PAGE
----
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Law Educator, Esq.
Law Educator, Esq., Attorney
Category: Business Law
Satisfied Customers: 110425
Experience:  All corporate law, including non-profits and charitable fraternal organizations.
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I, Marilyn Mattson, was in a car accident in Concord, Califo

Customer Question

I, Marilyn , was in a car accident in Concord, California, on August 12, 2008 at 7:35 pm 9 (dusk). My 1994 Ford Probe was totaled in the accident. I was at fault. I was blinded by the sun in my eyes at sunset so that I did not see the red traffic signal above me.   Tow rrived immediately after a phone call using my AAA card. I signed the towing paperwork and told the driver I did not wish to store the vehicle and said it was a total loss. I went to the DMV and filed the Release of Liability Form and the car was removed from the records. Months later I received a letter from Credit Bureau Associates, P.O. Box 150, Fairfield, CA 94533, the collection company that I owed $3,700 in storage charges. I sent a letter to deny the charges to the towing company but it was never answered. I did move from so I believe letters to me possibly were lost in the mail. Is there any way I can get out of paying for the storage charges? Please advise me my rights.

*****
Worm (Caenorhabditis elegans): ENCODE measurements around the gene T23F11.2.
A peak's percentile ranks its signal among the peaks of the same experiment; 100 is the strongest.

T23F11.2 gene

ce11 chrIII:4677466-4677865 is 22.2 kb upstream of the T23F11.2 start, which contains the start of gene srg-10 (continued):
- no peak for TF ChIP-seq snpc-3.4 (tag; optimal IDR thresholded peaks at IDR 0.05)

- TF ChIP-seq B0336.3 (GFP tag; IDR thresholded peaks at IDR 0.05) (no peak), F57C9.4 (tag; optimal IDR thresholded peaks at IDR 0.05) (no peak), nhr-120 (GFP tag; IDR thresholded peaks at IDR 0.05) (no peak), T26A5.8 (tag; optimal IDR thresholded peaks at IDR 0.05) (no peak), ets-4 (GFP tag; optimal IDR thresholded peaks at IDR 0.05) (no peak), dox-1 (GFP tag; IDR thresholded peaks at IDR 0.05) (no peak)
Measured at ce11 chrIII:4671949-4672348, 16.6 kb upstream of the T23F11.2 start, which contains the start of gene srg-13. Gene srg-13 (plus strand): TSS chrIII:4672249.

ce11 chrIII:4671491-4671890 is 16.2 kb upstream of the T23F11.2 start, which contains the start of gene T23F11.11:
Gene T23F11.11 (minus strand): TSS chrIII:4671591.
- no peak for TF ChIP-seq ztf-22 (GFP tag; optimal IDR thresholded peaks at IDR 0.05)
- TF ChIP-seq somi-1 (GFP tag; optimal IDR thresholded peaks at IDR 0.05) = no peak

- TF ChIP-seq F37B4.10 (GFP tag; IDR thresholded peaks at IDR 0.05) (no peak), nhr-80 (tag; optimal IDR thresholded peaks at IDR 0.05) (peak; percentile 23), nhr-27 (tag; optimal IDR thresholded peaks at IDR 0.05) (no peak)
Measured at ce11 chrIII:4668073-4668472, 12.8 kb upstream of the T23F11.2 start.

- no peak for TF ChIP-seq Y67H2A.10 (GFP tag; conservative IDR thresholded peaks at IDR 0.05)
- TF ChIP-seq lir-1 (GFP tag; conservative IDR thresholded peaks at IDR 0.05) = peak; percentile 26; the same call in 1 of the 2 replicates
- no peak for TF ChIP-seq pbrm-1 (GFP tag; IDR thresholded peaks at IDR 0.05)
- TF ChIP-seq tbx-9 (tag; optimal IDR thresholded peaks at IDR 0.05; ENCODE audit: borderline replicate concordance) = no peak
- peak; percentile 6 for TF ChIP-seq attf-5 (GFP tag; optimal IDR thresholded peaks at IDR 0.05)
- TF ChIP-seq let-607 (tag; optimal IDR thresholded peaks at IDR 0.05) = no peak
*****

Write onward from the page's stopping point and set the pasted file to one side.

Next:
Submitted: 7 years ago.
Category: Business Law
Expert:  Law Educator, Esq. replied 7 years ago.
If you notified them that you did not wish to have it stored and you filed your claim with your insurer, then you should do two things, one of which you already did (notify the towing company that you specifically told them you did not want it stored) and second you should notify your insurer and send them a copy of the bill and ask them to deal with it if you had comprehensive insurahce.

You may have an argument if you told them where to tow it, you cannot just tell them you do not want it stored and then give them no instructions as to what to do with the car. If once you filed all of the paperwork, you notified them where to dispose of it, then you could argue you are not liable. If you told them to tow it to your home, then you are not liable, but if you did not give them any instructions on what to do with the car, you may be liable to pay the bill.

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